R Storey, I Salama
air reduction, infants, intussusception, intussusception treatment, pneumatic reduction, urgency
R Storey, I Salama. Design of a Pneumatic Device for Intussusception Reduction in Children. The Internet Journal of Third World Medicine. 2003 Volume 1 Number 2.
Intussusception is an obstructive illness where a segment of the intestine gets into another segment of a neighboring one. Usually, it occurs within the first two years of life. In Venezuela, the most common way of resolving this pathology is through surgery which, although effective, represents a greater risk to the child. There are other less invasive reduction techniques such as air, barium and saline solution enemas. The pneumatic device which is used to reduce the intussusception is made with a sphignomanometer connected to a Foley's catheter. For this reason, this study pursued the following objectives: To assess the actual equipment for pneumatic reduction, and to propose modifications to such equipment. The methodology used was developed in two stages. The first one consisted of a need analysis of the actual device, and the second one of the proposed modifications to the pneumatic equipment. Some of the proposed modifications included the use of a pedal for insufflating air, digital reading of air pressure values, and adding a security air exhaust valve, calibrated at 120mmHg. All these modifications were aimed at facilitating patient manipulation and minimizing possible complications. Finally, it was concluded that: 1) The digital pressure messure is more reliable than the aerobic manometer. 2) Operating the device with the foot, facilitates it uses. 3) It is important to introduce the security valve calibrated to 120mmHg. 4) Cosider that the application of this model would benefits the patients and the public health. 5) The pneumatic reduction technique has many advantages over the surgical one. Recommendations: The incorporation of the modifications proposed in this study to the conventional equipment for pneumatic reduction, and to test the proposed equipment in order to assess its effectiveness on both experimental animals and human subjects.
Intussusception is the main cause of intestinal obstruction in infants; it occurs during the first two years of life. In Venezuela, the most frequent method of resolution of this pathology is by surgery which, although effective, poses a greater risk to the child. There are other less invasive methods for resolving intussusception such as pneumatic reduction. In this study we propose some modifications to the currently used equipment with the purpose of encouraging the use of this technique as the first-choice method for the resolution of the above mentioned pathology.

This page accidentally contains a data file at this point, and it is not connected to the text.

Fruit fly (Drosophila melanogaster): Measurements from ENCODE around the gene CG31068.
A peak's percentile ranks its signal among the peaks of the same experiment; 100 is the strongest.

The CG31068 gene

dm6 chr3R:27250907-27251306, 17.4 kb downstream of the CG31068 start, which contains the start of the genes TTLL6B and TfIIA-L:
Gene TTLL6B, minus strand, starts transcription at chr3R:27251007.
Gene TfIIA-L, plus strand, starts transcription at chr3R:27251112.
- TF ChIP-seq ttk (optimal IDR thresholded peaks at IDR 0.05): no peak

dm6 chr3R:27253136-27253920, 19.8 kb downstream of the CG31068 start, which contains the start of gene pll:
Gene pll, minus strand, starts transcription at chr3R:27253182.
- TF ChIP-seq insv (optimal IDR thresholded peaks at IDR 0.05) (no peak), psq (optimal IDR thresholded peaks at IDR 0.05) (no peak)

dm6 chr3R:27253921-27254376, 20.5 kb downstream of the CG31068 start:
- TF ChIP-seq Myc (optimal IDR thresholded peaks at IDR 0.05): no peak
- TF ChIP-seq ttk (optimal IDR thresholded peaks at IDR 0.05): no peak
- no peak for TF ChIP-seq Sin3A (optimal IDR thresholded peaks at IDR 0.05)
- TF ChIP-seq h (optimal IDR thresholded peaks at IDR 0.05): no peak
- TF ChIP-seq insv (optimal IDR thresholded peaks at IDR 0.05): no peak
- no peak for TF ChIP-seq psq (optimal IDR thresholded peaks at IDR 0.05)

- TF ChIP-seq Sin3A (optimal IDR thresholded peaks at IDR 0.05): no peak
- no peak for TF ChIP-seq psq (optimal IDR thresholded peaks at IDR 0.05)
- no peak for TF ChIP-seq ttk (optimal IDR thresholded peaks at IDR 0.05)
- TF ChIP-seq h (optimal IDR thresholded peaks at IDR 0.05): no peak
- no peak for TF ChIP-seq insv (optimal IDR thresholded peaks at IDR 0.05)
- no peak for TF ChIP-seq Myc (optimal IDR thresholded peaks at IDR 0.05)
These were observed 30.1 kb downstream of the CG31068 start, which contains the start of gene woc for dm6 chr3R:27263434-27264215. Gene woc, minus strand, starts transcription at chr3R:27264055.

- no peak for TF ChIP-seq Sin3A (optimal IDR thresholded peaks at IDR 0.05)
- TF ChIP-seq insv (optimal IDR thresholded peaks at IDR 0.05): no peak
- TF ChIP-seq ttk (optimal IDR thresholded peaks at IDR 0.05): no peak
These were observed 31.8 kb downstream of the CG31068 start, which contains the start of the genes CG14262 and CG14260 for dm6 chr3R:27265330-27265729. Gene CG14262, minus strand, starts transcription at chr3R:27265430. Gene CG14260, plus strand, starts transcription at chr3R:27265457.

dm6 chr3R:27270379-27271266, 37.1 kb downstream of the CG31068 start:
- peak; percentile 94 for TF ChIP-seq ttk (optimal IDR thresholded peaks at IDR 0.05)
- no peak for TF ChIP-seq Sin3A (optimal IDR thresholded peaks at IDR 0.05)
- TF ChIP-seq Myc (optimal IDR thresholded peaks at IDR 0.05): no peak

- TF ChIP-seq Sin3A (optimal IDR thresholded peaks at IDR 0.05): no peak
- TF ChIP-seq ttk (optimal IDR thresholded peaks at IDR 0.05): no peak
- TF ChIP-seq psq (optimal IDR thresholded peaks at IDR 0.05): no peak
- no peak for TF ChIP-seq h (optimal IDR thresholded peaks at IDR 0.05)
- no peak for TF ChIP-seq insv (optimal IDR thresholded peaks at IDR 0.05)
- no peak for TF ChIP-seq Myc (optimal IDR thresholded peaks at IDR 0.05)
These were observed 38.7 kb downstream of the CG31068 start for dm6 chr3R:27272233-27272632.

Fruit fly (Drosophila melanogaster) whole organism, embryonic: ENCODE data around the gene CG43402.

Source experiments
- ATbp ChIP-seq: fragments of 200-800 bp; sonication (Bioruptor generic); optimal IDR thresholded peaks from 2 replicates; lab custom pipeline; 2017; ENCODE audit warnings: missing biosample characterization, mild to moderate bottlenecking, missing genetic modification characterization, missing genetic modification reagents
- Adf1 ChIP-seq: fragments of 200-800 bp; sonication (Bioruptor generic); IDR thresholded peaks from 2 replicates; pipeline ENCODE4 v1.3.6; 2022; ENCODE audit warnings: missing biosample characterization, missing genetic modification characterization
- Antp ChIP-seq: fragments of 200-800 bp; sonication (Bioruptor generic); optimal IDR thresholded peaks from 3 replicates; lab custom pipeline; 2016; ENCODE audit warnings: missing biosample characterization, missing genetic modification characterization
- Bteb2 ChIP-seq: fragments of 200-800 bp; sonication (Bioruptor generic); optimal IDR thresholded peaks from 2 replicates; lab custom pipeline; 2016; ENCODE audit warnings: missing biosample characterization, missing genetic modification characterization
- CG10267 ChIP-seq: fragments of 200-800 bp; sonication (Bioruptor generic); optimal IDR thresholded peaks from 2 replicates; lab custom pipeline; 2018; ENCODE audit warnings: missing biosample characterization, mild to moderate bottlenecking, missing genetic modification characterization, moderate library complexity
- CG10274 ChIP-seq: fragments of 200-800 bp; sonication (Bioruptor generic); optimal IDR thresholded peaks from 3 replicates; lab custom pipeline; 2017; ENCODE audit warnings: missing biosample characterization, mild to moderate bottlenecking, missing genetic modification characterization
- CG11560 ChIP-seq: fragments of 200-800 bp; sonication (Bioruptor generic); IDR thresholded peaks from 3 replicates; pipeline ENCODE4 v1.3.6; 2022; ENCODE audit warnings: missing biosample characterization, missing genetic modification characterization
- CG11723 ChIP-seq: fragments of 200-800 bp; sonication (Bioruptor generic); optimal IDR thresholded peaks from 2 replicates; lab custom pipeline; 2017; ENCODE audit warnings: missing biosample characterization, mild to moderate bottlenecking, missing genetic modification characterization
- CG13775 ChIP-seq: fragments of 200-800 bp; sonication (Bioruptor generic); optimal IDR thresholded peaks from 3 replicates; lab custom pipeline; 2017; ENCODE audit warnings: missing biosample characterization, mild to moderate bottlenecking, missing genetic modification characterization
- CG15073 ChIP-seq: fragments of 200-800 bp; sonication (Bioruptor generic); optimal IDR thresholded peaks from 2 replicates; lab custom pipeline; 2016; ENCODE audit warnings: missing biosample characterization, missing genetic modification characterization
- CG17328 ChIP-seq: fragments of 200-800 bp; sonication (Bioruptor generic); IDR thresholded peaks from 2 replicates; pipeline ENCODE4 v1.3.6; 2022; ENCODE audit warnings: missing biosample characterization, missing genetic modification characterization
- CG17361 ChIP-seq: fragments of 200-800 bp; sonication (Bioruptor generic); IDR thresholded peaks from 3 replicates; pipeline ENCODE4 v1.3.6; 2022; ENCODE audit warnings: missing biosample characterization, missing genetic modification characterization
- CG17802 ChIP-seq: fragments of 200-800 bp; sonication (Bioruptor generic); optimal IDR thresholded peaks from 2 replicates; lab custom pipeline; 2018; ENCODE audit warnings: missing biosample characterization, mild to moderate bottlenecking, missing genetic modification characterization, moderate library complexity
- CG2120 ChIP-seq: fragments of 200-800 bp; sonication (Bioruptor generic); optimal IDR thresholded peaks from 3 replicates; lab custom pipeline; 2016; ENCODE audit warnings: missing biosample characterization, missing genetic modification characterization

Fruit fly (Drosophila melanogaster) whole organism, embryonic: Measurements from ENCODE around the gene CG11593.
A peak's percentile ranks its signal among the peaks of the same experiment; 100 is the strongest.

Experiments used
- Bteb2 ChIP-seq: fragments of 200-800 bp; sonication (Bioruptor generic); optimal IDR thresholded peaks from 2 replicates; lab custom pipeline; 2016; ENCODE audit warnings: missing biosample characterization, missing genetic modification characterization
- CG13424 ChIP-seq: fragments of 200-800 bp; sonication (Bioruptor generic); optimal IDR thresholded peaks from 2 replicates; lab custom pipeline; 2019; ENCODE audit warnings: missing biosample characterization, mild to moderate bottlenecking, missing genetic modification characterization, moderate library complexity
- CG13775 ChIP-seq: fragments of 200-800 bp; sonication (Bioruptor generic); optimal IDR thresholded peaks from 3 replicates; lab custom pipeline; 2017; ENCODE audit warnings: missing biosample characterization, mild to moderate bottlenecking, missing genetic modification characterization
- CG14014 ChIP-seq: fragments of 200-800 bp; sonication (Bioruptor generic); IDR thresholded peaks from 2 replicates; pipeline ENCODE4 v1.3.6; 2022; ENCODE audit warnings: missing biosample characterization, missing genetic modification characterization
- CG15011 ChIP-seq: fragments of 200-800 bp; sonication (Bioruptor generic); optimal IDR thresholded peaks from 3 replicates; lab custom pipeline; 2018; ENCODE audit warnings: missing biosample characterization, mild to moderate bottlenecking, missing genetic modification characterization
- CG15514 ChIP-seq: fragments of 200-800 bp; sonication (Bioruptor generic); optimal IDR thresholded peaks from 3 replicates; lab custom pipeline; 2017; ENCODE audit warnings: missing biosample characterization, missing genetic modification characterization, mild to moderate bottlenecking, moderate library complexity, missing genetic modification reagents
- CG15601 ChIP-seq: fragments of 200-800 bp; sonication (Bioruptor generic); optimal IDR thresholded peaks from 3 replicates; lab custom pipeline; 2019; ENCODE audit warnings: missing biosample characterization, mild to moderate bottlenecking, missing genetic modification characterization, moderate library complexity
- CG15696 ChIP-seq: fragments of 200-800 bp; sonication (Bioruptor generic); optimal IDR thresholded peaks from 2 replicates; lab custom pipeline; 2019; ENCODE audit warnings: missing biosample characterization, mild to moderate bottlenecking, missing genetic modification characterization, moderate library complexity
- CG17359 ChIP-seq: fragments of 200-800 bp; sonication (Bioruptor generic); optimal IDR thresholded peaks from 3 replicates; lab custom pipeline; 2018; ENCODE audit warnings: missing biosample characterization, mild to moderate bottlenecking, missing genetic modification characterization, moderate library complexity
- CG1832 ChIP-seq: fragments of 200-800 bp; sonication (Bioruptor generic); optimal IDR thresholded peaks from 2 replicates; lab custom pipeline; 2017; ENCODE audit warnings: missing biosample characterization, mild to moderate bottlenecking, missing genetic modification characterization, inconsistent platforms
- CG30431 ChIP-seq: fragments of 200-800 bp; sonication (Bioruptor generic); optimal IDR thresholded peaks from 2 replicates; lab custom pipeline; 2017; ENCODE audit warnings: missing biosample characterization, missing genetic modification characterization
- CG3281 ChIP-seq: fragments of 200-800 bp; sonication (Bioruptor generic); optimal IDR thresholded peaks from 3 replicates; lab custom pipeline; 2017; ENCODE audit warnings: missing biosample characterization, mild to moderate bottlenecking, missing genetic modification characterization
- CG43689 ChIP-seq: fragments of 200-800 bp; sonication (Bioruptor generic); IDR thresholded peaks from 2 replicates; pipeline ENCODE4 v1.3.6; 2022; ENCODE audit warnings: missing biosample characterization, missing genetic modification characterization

Stating the Problem
The use of endorectal reduction is universally accepted as the first-choice treatment for intussusception, which can be carried out in various ways:
Radioscopy or Ulthrasonography-guided air enema.
Rasdioscopy-guided barium enema
Saline solution or water enema through echographic visualization.
Each one of these procedures bears advantages and drawbacks. But, in any case, the percentage of perforations during the procedure is less than 1% (13). When the reduction fails or perforation occurs, surgical treatment is required.
In Venezuela, most patients with this pathology are treated with surgery (12). However, in other countries, such as in the Asian ones and in the United States, treatment is aimed at the reduction of the invaginated segment with as little aggressiveness as possible.
The first choice treatment is an enema (with air, saline solution, or barium), and monitoring of the reduction by echography which tends to resolve the problem in 85 to 90% of the children (7). Therefore, the rate of success is above 95%. When the reduction has not been complete or this technique is not available, surgical treatment is required. In other words, surgery becomes an alternative only in those cases where the other techniques have failed or in children whose poor general health makes the above mentioned radiologic techniques not recommended.
We think that the introduction of some modifications to the actual device, will facilitates and promote its uses.
To evaluate the actual pneumatic device for the reduction of the intussusception in children.
To propose some modifications to the actual device.
To obtain a better accuracy in the lecture of the pressure meassures, using an invasive pressure transductor, showing a digital meassure.
To propose the use of a foot air pump to introduce the air into the system.